Friday, April 16, 2010

want to sell more stuff? offer fewer choices

A book review in today's Wall Street Journal confirms what parents of toddlers already know: humans often fare better if presented with fewer options, not more. In "Art of Choosing" Columbia Business School professor Sheena Iyengar discusses research that suggests arranged marriages are, ironically, often more loving than love marriages; children play more enthusiastically when forced to choose only one toy from an array of many; and--here's where it gets interesting for marketing types--the more varieties of a product there are on the shelf, the less apt shoppers are to commit to a decision to buy it. Better pull the plug on those line extensions.


The Coolest Cool said...

Solid post - Concise and to the point. A lot of companies forget this the bigger they get and feel as if they need to broaden their product lines to expand. When in fact, studies show that while this increases the revenue for the business - Its profit margin barely move.

Howie at Sky Pulse Media said...

Very interesting stuff.

I can just imagine what Lets Make a Deal would of been like with more choices. You can choose behind Curtains 1 or 2, under the Box, in the other room, whats in the envelope, or what is hidden under my hat.

Ad Broad, oldest working writer in advertising said...

Thanks for the read and the comment @The Coolest Cool. Good point about revenue vs. profit margin. Does seem like companies lose sight of that.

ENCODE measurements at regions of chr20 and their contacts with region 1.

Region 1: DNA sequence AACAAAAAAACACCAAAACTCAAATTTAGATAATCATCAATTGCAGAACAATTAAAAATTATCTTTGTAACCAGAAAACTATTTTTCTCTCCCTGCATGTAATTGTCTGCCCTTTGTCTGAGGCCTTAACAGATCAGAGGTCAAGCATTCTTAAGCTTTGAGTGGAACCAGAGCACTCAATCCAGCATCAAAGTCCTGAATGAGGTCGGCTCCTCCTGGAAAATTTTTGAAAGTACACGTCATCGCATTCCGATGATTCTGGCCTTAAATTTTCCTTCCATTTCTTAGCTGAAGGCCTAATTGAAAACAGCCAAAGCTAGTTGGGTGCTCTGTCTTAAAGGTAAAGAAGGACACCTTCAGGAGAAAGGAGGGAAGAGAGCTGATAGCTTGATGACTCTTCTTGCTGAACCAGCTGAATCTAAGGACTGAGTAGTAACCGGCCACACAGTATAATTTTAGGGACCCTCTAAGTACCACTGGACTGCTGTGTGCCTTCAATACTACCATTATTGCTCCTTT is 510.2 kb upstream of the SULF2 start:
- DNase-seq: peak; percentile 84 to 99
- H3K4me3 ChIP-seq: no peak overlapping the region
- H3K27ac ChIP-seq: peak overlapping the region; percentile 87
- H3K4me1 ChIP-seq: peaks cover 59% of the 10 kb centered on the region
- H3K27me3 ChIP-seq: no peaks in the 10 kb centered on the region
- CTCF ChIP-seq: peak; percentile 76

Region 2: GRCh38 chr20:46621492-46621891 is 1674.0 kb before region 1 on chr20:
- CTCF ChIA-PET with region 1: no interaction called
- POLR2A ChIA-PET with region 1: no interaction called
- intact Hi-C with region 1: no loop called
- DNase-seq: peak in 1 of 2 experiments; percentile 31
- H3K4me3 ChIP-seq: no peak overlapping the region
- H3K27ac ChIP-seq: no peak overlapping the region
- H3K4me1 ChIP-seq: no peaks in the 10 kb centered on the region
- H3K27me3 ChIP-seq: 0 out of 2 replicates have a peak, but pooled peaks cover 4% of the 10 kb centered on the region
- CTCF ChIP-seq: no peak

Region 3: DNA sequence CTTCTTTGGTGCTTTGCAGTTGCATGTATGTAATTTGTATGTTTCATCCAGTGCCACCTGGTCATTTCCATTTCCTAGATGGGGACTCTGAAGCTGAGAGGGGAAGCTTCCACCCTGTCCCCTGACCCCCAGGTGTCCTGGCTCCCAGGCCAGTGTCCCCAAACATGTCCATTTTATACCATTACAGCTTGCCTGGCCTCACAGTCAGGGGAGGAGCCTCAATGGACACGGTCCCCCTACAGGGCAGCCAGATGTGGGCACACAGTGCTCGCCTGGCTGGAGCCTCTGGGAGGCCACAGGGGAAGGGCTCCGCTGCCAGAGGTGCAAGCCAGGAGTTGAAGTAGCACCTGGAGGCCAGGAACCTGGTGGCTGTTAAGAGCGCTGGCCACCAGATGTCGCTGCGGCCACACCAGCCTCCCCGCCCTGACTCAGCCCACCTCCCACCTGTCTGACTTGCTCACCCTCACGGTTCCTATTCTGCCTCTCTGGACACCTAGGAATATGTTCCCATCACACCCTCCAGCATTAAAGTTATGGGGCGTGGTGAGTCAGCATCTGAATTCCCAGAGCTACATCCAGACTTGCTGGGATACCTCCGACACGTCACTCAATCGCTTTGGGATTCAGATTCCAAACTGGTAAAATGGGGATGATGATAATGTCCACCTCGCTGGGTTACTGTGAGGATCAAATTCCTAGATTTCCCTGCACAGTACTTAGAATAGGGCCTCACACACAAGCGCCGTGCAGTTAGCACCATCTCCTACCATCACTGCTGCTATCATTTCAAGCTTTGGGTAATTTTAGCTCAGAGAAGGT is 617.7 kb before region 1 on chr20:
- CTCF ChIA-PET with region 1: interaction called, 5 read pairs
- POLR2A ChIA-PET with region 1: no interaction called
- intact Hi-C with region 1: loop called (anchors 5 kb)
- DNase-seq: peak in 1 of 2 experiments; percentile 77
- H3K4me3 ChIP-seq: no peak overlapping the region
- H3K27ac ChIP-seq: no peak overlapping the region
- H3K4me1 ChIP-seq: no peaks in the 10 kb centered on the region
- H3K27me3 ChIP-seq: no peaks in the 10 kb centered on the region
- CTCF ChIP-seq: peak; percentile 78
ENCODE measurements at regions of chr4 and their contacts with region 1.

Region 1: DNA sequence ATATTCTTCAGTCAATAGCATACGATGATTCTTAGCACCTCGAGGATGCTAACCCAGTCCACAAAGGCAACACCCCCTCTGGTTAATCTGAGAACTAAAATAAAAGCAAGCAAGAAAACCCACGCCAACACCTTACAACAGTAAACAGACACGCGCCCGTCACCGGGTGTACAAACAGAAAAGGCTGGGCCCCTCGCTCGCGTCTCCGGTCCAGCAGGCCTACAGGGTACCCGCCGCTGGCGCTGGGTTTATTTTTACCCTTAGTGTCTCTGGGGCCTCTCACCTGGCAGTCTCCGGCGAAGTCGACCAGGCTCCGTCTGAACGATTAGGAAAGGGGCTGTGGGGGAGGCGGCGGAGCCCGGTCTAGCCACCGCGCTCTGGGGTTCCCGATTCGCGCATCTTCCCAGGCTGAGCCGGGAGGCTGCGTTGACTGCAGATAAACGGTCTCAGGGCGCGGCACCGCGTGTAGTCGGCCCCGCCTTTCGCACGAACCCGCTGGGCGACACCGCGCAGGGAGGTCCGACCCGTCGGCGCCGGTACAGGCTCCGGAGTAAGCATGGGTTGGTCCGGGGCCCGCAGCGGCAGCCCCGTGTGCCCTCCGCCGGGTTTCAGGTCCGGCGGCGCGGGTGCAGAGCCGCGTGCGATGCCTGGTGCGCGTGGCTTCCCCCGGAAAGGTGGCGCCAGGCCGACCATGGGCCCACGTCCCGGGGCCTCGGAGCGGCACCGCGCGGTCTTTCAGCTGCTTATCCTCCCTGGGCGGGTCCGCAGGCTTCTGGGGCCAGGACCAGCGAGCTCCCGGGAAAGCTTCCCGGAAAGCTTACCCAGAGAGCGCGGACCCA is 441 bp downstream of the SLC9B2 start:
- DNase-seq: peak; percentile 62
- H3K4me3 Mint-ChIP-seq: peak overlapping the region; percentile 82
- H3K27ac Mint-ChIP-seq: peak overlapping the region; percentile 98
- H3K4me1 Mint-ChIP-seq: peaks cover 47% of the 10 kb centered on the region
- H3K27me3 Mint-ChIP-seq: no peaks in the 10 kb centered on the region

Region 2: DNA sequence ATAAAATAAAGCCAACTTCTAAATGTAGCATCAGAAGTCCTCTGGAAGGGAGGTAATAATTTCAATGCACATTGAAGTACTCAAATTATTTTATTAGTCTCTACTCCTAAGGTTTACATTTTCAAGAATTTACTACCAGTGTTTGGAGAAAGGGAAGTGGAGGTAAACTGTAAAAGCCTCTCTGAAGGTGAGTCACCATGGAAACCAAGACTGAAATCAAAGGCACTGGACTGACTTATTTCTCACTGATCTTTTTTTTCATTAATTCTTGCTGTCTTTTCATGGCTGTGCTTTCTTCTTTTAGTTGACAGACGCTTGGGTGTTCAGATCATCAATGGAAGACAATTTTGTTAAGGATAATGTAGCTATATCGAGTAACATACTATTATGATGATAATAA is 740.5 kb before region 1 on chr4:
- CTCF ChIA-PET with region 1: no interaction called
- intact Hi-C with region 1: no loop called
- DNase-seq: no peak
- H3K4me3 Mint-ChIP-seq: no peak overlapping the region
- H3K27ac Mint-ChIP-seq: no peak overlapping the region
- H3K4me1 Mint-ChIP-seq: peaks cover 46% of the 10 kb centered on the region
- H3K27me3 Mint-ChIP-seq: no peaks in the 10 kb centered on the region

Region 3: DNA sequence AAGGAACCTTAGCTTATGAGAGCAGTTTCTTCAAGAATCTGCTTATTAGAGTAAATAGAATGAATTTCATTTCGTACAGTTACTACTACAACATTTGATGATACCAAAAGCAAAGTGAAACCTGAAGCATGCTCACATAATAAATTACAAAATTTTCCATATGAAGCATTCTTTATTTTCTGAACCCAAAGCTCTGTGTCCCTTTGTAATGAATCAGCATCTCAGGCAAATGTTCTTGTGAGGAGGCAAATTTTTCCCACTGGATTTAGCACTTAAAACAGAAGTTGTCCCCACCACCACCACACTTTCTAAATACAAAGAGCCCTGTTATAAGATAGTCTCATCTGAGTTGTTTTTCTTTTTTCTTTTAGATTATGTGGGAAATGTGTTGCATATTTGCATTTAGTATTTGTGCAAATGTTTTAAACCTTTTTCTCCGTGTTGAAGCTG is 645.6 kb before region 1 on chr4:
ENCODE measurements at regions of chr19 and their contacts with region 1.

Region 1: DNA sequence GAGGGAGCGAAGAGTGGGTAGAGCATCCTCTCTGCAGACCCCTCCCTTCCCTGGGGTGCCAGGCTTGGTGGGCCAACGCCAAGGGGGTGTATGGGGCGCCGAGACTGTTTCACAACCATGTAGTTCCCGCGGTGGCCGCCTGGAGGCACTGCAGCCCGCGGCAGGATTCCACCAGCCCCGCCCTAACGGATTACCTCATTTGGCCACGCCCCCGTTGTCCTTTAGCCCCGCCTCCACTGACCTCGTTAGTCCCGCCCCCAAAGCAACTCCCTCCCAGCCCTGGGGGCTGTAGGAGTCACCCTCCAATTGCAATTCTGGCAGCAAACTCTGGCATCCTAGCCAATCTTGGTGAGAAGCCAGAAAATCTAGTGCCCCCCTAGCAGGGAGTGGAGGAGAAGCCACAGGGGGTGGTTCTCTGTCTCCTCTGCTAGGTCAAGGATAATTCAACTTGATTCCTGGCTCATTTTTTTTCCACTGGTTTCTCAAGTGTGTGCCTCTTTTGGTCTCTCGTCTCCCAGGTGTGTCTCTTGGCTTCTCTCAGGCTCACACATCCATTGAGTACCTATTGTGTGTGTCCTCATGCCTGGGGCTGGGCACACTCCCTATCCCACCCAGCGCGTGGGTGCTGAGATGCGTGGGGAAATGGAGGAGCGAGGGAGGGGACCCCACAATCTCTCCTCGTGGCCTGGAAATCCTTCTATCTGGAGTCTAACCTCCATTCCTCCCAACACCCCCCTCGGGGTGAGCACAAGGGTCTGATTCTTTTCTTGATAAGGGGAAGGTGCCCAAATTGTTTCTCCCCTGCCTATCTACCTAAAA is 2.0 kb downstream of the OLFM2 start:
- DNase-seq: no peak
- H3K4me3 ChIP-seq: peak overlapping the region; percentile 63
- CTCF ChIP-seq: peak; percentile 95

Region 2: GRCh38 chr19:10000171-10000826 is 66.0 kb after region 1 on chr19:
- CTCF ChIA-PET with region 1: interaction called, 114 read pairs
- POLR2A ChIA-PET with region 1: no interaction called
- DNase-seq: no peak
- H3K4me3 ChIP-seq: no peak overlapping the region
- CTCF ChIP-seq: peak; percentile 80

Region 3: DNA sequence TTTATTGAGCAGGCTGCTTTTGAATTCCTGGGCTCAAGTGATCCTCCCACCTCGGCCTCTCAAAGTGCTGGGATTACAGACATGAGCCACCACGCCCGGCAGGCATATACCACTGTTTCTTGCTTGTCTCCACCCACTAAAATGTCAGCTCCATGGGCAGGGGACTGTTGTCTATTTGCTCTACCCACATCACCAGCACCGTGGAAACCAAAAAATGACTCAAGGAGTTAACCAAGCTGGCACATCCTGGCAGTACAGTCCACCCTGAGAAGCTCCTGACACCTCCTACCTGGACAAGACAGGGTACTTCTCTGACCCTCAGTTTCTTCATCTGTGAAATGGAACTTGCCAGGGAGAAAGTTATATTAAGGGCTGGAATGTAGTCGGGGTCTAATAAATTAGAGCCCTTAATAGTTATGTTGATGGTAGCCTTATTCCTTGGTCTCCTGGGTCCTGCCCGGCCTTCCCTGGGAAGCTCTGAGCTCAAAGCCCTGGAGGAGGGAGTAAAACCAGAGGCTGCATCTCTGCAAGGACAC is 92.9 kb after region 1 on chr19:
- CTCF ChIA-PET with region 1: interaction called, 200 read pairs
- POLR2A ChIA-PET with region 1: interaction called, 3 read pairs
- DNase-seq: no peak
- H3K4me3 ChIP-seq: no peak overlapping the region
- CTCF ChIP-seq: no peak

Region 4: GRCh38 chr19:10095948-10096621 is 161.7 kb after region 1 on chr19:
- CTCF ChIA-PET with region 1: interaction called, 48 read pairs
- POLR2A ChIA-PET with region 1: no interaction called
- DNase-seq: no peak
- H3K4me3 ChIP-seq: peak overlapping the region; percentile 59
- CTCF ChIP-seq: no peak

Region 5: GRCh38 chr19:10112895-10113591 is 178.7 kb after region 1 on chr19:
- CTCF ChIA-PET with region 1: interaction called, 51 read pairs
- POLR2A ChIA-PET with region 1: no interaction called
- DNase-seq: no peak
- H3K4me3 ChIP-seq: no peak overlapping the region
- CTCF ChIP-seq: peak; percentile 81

Ha @Howie. You're right. If Lets Make a Deal had been Scavenger Hunt, it would have been off the air fast as you can say Monty Hall :)

Tom said...

So much for 57 varieties!

California Girl said...

I think this every time I go to the grocery, a trip I dread. The hunt for what I need fatigues me. Seriously. I mourn the lack of a small grocer with just the basics and a butcher behind the counter who'll wrap my choices in white paper. I really do.

Good to hear there's research about this very thing because I totally believe it.

Kym said...

I believe in this as well...when I end up at the largest grocery /department store, I feel overwhelmed at what it displayed in front of me....nice post!

Ad Broad, oldest working writer in advertising said...

@Tom Ha :)

@California Girl Sadly, don't think all the research in the world will bring back Butcher, Grocer and Candlestick Maker. I miss them too! And paper packages tied up with string (one of my favorite things) made me feel like I was toting prezzies instead of groceries.

@Kym I relate! Costco selection gives me brain freeze, too.

Anonymous said...

Exactly! This is what I observed in McDonald. They're simplifying the options, thereby making customers order fast, and remembering more the products that a store, McDonalds in this instance, offers.

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